Are you familiar with where your nonprofit agency is and is heading? How are you and your board staying abreast of new sector and service trends? Are you and your board asking probing questions at every board meeting? How are you promoting continual learning and board development on your board?
4) Empower The Next Generation.
Whether these words inspire thoughts of board recruitment, donor cultivation, leadership transition, or even Star Trek, chances are your agency isn’t doing all it could to address future generations in your work. The point is not just to acknowledge that NextGen is coming into service with your agency, but also address how you can make that happen in meaningful ways.
What community connections do you have that are helping bring “new blood” to your board room and volunteer pool? How are you specifically cultivating NextGen donors and community partners in your fundraising efforts? What messaging or markets are you utilizing to inform GenXers, Millennials, and beyond about your work and the need for their help to achieve it?
What cross-training and succession planning does your staffing system already have in place? Are there heirs apparent for the key leadership roles in your agency?
5) Face the Facts.
I joined the nonprofit sector to make an impact. I would much rather see the good in people than the bad. I believe people rise to the high expectations you set, even if they don’t meet them. Some would call me an idealist--to a fault. But I think many of us working, volunteering, and serving the nonprofit sector could say the same about ourselves.
We are mission-driven, oft inspired, caring people. That’s a great thing; it also can be a fault when running a nonprofit business. We don’t like to fire people, we don’t like to be forced into collaboration, and we certainly don’t like closing our agency’s doors. But sometimes these are the harsh realities that we have to face, especially if we are putting our mission first–above egos and all else.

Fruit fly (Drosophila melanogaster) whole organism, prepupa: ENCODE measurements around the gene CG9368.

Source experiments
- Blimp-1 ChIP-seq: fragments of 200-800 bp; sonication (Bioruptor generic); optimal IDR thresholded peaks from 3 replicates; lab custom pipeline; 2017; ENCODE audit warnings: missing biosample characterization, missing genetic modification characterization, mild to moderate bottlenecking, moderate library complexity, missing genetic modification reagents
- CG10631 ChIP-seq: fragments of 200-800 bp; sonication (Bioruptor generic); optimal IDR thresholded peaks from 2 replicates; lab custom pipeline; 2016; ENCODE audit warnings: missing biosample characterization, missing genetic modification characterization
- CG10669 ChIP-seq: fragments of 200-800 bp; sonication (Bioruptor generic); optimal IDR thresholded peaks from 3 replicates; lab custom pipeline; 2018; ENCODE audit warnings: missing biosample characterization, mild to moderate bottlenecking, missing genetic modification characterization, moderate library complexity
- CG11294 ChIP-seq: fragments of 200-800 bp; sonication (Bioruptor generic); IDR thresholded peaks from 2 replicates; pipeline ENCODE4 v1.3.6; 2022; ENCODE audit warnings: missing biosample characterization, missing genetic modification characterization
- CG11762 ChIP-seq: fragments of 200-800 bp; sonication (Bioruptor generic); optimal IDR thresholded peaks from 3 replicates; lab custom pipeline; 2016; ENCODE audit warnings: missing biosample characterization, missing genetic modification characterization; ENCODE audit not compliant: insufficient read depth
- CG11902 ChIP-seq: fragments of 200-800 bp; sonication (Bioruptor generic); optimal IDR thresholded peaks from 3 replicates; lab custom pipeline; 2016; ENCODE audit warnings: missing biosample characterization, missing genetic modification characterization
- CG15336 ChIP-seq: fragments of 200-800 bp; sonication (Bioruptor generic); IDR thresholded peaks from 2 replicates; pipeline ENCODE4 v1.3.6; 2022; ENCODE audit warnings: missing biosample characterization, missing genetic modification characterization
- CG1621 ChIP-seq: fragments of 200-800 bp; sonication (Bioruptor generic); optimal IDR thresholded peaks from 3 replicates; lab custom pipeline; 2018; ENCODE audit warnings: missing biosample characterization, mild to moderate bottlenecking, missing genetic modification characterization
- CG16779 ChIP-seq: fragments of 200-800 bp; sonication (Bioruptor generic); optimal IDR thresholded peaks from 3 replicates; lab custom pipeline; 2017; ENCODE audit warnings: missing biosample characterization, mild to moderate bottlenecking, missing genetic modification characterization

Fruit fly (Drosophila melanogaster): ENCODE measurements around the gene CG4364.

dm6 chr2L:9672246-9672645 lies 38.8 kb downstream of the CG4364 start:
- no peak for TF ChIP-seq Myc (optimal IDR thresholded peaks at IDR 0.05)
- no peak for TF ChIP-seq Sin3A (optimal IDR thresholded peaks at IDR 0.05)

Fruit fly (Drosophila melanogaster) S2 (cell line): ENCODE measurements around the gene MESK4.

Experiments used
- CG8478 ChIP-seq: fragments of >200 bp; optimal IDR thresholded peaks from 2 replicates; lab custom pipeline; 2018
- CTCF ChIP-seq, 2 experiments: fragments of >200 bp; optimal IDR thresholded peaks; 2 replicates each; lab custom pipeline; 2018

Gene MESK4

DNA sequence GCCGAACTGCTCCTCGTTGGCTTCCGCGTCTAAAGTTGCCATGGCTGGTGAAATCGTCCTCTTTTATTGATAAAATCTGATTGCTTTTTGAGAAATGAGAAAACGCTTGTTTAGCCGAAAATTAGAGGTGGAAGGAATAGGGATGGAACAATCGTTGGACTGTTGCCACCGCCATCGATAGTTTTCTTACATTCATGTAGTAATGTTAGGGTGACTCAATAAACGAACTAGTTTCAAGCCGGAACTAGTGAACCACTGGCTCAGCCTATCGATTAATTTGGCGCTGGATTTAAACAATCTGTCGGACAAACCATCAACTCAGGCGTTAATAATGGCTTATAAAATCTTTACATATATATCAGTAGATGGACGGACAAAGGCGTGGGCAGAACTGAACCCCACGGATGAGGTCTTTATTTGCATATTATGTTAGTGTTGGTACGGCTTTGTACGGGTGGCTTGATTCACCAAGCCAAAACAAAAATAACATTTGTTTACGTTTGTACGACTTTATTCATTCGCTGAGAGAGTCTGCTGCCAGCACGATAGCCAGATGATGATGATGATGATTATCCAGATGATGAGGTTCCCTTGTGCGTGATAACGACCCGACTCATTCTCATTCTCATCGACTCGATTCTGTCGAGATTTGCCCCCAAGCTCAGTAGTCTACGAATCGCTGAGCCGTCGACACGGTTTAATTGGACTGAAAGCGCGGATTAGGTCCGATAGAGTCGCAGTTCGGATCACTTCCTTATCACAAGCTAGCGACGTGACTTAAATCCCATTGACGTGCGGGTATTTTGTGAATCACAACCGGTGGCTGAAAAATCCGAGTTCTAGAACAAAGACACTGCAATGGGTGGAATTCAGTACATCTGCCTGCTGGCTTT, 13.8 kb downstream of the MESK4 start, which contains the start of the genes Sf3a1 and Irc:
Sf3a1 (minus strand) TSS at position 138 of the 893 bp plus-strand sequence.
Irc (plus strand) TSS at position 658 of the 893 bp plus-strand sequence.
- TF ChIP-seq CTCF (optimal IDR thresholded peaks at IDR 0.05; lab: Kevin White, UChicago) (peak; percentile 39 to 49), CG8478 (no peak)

How does your board engage in asking the tough questions about your agency’s sustainability? What unconventional and sometimes uncomfortable issues do you address in the board room or as a leadership team?
Some of these may seem like common sense, and I’m okay with that. The important thing for your agency to remember is to be thoughtful about your future. Your operations today may be incredibly important, but they’re nothing without a future to work toward. Here’s to a local and national nonprofit sector that is adaptive, creative, and thriving so we can better serve our community for years to come.
NLC trainer Liz Wooten Reschke has served in a variety of capacities including volunteer, staff, board member and consultant for a number of nonprofit agencies in the Tampa Bay and Key West communities, state of Florida, and the United States. As President of Connectivity Community Consulting, she works collaboratively with clients to create strategic solutions that address a variety of areas including: nonprofit capacity and community building, organizational development, philanthropic advising, training & workshop facilitation, and coaching & mentoring.